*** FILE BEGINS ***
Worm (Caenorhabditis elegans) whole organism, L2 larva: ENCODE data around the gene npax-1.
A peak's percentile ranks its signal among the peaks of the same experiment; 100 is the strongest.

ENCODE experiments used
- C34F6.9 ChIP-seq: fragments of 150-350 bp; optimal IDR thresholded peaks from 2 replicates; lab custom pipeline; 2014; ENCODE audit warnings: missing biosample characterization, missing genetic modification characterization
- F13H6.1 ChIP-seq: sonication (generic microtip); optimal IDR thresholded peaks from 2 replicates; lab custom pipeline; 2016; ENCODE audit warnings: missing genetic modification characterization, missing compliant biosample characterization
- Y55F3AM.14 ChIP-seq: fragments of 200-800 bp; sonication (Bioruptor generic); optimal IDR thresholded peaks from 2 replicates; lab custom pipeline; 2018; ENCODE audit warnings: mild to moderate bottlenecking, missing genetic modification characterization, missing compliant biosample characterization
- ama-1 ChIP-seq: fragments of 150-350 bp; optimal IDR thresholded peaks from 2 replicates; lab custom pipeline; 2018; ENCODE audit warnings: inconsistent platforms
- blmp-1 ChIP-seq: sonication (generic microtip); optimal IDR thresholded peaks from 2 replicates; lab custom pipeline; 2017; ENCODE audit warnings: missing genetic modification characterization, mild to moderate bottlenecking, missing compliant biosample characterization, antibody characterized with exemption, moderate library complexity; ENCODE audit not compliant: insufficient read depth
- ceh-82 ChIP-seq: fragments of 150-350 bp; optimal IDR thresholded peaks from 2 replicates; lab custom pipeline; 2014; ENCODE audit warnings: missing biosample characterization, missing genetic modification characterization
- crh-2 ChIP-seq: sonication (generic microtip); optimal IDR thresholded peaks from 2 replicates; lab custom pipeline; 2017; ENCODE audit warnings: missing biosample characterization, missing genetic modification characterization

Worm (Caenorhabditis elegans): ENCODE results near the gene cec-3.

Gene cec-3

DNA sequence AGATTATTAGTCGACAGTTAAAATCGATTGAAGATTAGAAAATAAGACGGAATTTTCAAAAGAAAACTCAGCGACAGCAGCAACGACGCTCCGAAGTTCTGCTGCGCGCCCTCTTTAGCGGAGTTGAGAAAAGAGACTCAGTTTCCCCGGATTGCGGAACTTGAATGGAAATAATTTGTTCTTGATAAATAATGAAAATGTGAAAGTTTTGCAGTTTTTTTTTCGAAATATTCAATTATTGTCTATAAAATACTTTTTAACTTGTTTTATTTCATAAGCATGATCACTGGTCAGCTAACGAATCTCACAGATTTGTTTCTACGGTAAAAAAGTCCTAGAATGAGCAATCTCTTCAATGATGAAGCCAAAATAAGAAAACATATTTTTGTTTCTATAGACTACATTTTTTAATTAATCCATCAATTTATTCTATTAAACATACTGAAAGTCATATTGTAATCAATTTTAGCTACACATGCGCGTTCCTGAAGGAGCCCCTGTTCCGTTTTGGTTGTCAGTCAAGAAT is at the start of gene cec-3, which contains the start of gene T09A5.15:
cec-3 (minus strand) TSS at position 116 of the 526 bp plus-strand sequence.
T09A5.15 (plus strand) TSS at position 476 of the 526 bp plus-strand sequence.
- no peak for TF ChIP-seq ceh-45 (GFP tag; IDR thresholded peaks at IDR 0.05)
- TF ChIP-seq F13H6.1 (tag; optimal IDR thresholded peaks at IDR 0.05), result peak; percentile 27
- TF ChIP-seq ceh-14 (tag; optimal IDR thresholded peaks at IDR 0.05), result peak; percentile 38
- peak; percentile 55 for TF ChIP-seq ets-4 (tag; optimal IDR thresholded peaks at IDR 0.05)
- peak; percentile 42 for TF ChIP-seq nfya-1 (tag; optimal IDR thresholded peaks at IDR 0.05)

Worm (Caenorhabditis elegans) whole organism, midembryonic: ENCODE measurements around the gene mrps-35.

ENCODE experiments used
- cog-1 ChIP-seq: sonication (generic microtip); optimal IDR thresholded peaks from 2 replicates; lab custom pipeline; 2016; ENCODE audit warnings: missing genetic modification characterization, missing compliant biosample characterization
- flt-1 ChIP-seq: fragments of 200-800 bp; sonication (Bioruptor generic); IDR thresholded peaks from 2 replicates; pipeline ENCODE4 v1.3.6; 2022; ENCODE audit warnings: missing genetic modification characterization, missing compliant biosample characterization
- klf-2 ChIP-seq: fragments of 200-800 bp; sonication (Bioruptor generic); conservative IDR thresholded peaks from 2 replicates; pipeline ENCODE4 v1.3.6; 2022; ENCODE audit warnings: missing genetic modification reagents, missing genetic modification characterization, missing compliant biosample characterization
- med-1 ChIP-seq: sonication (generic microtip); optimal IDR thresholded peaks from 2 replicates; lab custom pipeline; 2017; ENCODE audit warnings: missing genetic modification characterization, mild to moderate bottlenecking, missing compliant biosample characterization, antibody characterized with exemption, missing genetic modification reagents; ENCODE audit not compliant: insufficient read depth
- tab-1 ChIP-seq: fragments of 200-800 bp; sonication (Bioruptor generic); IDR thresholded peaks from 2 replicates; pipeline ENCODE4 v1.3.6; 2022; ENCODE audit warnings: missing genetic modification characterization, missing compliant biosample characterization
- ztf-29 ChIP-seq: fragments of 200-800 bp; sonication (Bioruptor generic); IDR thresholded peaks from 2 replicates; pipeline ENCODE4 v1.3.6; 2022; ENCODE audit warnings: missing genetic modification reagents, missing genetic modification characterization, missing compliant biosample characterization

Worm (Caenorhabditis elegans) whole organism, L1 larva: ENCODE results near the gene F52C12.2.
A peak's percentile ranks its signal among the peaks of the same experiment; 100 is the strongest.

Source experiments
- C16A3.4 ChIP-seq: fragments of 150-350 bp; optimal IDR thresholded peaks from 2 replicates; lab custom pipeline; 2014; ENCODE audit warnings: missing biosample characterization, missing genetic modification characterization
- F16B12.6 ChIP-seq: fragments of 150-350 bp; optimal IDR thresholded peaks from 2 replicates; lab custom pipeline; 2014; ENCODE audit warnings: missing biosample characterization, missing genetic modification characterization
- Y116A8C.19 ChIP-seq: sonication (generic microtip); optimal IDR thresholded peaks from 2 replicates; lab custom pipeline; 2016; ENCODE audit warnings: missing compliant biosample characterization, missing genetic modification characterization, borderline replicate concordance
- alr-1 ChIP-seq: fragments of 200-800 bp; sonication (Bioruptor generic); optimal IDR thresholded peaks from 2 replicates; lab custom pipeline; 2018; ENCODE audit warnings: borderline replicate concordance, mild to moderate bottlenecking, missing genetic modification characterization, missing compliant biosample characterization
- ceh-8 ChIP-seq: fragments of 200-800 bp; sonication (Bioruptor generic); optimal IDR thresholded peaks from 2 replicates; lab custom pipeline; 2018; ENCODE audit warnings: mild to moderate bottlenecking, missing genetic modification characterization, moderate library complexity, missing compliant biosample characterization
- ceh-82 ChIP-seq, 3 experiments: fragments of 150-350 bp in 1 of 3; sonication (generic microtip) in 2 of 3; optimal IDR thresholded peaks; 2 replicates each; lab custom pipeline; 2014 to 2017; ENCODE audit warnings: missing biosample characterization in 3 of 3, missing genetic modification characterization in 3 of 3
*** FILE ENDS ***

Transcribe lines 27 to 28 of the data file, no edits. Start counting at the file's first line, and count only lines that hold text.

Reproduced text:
- tab-1 ChIP-seq: fragments of 200-800 bp; sonication (Bioruptor generic); IDR thresholded peaks from 2 replicates; pipeline ENCODE4 v1.3.6; 2022; ENCODE audit warnings: missing genetic modification characterization, missing compliant biosample characterization
- ztf-29 ChIP-seq: fragments of 200-800 bp; sonication (Bioruptor generic); IDR thresholded peaks from 2 replicates; pipeline ENCODE4 v1.3.6; 2022; ENCODE audit warnings: missing genetic modification reagents, missing genetic modification characterization, missing compliant biosample characterization